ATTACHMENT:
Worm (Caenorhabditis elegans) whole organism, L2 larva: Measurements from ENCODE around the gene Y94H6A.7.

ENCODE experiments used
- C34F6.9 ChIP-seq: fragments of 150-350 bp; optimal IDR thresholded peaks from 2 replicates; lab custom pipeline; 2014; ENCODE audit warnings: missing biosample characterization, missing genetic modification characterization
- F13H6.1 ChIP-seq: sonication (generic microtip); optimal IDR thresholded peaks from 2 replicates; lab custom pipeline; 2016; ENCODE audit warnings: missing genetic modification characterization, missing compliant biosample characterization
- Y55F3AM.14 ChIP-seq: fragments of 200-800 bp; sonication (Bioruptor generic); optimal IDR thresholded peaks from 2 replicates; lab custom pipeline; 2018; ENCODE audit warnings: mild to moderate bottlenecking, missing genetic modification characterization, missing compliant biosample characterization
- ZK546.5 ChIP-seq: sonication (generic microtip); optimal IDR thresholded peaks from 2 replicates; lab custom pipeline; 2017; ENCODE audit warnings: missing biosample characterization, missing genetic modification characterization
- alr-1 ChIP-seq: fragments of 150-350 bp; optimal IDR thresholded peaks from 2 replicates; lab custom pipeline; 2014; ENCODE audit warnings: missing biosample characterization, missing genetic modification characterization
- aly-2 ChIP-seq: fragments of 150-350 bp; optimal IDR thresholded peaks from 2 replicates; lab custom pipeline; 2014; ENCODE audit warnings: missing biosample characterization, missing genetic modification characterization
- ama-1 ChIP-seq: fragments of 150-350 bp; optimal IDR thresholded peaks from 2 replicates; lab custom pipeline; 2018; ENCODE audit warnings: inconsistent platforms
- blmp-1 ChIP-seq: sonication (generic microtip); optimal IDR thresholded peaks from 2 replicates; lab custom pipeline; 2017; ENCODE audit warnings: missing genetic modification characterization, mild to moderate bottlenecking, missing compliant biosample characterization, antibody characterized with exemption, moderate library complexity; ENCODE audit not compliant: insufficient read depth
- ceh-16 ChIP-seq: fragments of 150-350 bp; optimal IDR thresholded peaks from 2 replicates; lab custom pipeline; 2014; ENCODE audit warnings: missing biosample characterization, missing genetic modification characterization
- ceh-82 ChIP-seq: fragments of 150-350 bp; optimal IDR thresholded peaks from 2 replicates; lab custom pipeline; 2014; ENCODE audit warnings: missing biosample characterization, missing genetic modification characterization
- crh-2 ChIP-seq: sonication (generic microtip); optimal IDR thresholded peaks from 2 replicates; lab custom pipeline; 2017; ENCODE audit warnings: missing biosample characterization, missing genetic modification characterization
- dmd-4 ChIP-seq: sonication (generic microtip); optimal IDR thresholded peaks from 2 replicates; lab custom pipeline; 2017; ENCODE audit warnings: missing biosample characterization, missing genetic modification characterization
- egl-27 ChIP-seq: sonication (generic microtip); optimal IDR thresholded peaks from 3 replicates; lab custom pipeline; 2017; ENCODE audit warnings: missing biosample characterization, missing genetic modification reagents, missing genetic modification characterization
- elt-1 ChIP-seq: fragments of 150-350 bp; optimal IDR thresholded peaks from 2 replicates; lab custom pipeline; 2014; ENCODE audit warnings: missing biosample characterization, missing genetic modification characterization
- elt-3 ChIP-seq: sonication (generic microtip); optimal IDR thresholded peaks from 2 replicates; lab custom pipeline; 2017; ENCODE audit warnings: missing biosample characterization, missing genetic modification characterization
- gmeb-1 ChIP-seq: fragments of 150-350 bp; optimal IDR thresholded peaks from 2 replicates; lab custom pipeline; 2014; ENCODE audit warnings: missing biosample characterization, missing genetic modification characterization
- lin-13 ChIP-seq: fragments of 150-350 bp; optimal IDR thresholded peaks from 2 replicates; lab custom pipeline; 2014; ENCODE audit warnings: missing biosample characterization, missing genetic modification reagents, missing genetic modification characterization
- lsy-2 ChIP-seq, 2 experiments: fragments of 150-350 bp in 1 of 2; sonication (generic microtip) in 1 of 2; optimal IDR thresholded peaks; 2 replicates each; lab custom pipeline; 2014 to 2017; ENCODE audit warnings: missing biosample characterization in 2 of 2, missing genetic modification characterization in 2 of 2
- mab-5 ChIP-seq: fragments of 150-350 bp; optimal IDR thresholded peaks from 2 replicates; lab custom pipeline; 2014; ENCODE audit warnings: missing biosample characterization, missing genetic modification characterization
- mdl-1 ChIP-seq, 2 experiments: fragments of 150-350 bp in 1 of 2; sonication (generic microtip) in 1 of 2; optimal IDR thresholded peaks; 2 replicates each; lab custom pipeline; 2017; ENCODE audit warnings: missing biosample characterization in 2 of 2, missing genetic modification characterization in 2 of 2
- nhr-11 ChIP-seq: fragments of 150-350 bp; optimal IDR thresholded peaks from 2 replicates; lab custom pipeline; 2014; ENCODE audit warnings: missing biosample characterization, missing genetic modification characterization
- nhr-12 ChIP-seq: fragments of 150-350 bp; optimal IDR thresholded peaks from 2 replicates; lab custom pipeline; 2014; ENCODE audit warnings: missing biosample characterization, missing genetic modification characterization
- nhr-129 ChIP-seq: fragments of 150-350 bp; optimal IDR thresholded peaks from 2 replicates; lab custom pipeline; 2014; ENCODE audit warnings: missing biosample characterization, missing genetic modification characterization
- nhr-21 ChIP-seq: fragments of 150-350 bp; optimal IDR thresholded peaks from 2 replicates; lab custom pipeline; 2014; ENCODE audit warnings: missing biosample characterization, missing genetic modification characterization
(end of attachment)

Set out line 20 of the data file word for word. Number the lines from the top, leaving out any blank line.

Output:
- lsy-2 ChIP-seq, 2 experiments: fragments of 150-350 bp in 1 of 2; sonication (generic microtip) in 1 of 2; optimal IDR thresholded peaks; 2 replicates each; lab custom pipeline; 2014 to 2017; ENCODE audit warnings: missing biosample characterization in 2 of 2, missing genetic modification characterization in 2 of 2